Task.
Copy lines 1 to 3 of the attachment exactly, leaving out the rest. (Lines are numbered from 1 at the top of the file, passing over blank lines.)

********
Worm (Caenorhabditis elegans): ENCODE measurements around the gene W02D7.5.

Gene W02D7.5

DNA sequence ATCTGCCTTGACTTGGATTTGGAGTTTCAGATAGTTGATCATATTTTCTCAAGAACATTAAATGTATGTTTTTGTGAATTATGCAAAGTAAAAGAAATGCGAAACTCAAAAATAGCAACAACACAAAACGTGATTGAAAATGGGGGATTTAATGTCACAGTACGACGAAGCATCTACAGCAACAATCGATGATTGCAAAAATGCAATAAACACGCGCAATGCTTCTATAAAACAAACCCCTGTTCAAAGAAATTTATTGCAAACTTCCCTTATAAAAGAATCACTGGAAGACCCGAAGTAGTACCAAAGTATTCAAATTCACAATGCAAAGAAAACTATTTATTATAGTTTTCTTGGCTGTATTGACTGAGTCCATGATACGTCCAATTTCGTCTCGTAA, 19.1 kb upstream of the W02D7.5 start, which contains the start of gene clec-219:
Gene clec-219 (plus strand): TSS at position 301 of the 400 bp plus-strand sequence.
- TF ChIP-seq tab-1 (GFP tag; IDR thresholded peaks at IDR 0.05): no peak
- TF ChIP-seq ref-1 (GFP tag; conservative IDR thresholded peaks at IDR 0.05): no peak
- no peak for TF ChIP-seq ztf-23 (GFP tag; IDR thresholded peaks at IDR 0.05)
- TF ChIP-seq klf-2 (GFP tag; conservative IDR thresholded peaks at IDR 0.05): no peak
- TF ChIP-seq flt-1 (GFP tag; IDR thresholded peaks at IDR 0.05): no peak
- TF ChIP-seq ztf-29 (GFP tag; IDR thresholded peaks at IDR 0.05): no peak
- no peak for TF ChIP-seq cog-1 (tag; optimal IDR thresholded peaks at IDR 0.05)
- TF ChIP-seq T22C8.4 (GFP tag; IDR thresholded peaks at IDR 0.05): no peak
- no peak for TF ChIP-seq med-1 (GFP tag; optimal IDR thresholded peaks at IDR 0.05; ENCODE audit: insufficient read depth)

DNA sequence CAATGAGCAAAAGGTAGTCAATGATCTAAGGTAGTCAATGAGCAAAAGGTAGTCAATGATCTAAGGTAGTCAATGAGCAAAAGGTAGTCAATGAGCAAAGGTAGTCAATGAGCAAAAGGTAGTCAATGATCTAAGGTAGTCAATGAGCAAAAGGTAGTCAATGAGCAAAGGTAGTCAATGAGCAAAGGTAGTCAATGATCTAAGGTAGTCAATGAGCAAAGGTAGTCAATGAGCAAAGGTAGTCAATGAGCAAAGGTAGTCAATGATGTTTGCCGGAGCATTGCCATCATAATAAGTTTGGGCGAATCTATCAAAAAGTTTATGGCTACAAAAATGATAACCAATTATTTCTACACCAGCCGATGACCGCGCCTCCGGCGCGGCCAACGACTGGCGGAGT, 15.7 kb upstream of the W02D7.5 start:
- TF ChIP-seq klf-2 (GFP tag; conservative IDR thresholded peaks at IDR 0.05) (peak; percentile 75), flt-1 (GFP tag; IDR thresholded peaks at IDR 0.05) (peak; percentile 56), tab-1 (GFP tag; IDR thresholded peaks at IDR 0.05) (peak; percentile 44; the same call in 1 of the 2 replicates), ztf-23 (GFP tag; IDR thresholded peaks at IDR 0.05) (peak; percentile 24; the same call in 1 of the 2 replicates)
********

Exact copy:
Worm (Caenorhabditis elegans): ENCODE measurements around the gene W02D7.5.

Gene W02D7.5

DNA sequence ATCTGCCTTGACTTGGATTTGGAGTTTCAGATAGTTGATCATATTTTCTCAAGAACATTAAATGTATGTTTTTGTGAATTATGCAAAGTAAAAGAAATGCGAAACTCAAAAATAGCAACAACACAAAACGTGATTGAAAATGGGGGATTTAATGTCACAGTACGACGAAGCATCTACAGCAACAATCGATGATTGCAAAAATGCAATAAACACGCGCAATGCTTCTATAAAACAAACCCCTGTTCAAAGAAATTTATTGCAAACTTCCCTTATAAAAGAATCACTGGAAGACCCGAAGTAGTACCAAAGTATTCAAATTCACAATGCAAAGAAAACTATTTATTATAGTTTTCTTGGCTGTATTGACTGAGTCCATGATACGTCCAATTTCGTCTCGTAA, 19.1 kb upstream of the W02D7.5 start, which contains the start of gene clec-219: